Dealing with the Danger

It’s tempting to try to ignore the regional turmoil that’s fast becoming an existential threat to Jordan. But we have to face up to it.

Postscript- Osama Al-Sharif

We’re hosting over a million Syrians who fled the brutal civil war that has torn their country apart. Almost half of these are refugees, whose safety and well being are our responsibility. As well as the immense economic strain all this has brought, there are also serious political, social, and security repercussions to contend with.

In the absence of a political solution to the Syrian crisis appearing any time soon, the presence of these Syrians in Jordan will not be a temporary one, and will likely extend to years. As international attention to the war in Syria recedes, so will the generosity of international donors. The direct cumulative cost of hosting Syrian refugees is estimated to reach up to JD5.1 billion by the end of 2014. For a country with an endemic budgetary deficit, a whopping foreign debt burden ($25 billion and counting), and limited natural resources, this is a heavy burden to bear.

Economists agree that the positive impact of the Syrian crisis on the Jordanian economy is temporary and that eventually we will feel the results of the loss of trade with or through Syria, and the long-term effects of caring for hundreds of thousands of refugees.

But this isn’t all. Jordan’s vital trade links with Iraq have also been hit since militant groups like the Islamic State began to run amok. Conservative estimates put Jordan’s losses in trade with its neighbor at $140 million and counting. These vicious Salafist jihadists pose a direct threat to Jordan, especially if they maintain a grip hold over territories under their control in northern and western Iraq, and eastern and southern Syria.

This threat becomes even bigger as Jordan tries to grapple with its Salafist extremists, some of whom have pledged allegiance to the leader of the Islamic State, Abu Bakr al-Baghdadi. According to sources there are at least 3,000 Jordanians fighting with the Islamic State, and are fully committed to its puritanical brand of Islam that considers all others as apostates.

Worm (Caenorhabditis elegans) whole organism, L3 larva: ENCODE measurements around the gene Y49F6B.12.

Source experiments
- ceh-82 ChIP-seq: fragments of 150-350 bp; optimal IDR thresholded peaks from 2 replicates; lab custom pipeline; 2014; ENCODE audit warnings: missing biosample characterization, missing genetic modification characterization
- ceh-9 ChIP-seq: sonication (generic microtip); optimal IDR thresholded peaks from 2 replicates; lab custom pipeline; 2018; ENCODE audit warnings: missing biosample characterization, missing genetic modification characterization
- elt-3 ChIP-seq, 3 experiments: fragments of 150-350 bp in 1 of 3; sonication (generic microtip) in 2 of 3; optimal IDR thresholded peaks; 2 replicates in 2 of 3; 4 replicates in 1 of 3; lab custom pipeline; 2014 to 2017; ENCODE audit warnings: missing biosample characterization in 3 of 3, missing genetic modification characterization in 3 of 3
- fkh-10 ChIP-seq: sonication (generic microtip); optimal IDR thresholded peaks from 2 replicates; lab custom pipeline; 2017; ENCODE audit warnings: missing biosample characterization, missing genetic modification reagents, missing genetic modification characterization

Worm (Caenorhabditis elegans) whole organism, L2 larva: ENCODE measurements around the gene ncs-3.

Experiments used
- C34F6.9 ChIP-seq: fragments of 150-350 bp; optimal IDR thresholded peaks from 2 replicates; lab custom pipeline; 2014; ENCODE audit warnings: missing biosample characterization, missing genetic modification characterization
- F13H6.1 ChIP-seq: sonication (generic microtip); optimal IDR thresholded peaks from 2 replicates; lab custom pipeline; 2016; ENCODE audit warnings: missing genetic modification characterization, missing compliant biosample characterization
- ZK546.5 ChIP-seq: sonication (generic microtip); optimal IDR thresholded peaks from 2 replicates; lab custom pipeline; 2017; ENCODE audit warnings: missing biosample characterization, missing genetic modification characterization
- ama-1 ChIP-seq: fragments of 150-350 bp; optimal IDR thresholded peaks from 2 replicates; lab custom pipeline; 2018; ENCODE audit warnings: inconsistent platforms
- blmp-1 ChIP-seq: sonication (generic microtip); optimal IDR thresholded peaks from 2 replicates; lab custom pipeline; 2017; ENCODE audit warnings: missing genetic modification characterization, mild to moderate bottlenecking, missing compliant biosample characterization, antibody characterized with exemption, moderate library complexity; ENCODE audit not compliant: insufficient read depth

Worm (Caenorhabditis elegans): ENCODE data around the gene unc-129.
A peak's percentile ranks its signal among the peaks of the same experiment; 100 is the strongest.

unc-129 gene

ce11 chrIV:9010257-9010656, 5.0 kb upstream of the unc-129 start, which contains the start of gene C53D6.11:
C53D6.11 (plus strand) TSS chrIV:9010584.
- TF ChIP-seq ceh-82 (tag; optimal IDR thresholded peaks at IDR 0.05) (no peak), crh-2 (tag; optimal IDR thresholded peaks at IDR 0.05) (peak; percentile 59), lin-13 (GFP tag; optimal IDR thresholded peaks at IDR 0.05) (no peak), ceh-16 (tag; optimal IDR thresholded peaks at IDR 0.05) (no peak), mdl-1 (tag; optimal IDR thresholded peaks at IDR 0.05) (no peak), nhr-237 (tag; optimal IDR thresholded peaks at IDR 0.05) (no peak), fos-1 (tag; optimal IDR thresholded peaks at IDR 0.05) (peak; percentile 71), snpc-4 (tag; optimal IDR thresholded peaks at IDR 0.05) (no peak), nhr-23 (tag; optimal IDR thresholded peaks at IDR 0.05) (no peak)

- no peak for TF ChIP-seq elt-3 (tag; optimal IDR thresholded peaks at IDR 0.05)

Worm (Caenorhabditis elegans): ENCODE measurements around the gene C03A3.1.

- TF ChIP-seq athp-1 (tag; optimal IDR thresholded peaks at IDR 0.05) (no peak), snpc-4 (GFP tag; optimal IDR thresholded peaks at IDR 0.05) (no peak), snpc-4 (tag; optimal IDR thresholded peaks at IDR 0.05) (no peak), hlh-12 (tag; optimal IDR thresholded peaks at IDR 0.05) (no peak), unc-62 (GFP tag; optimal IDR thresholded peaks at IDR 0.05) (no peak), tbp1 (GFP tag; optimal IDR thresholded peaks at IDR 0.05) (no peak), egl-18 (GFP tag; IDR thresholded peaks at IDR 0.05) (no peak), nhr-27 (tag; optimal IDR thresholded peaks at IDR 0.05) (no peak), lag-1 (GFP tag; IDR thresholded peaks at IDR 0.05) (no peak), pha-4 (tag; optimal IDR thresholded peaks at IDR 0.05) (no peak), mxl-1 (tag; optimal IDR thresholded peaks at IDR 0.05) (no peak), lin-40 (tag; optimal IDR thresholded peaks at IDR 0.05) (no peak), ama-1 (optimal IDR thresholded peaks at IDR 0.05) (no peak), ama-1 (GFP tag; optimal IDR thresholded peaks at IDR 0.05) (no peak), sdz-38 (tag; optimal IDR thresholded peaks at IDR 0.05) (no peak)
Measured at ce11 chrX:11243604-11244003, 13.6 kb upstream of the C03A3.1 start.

So in addition to the Syria war and its effects locally, and the Iraqi crisis with its long-term influence on our economy, Jordan has to confront a militant Islamist ideology with a foothold in the country in places like Zarqa and Ma’an.

The short and medium-term effects of regional turmoil in Syria, Lebanon, and Iraq—notwithstanding the endemic effects of the Palestinian issue and the latest aggression on Gaza—will continue to challenge Jordan politically, economically, and socially. But the more immediate effect of the Islamic State remains an unknown.

We have seen how this militant group managed to emerge as the most potent rebel power in Syria; overtaking other groups and forces especially in the east and south. A breathtaking expansion took place in northern and eastern Iraq; placing these hostile forces only a few hundred kilometers from our borders. The fact that some Salafist jihadists in Jordan have become loyal to the Islamic State should sound alarm bells. The group remains a minority in Jordan but according to experts its ideology appeals to a larger number of Jordanians.

This is why Jordanians need to remain vigilant. The danger of the Islamic State lies partly in its ability to lure the young. And it is the problems facing this section of our society that need to be addressed soon. Mounting economic and social problems will only present the Islamic State with more supply of disillusioned and unemployed young Jordanians.

Meanwhile, the state should take note that this region is going through an unprecedented challenge: countries are falling apart and sectarian and ethnic divisions are growing. It’s now that Jordan should focus on cementing its domestic front. We are confident that our security and armed forces are more than capable of confronting any foreign threat, but dealing with local challenges is now our utmost priority.

Eventually we will find solutions to addressing the problem of 1.2 million Syrians living in our midst. We will also overcome the loss of neighboring markets and deal with our economic challenges. But we must face the fact that poverty and unemployment among youth represent an existential test. It’s eating away at our socio-cultural identity and must be tackled.

We have to stay vigilant and respond forcefully to any attempt to harm or threaten the integrity of the state and its institutions. We shouldn’t take these threats lightly as the entire region succumbs to turmoil and divisions around us.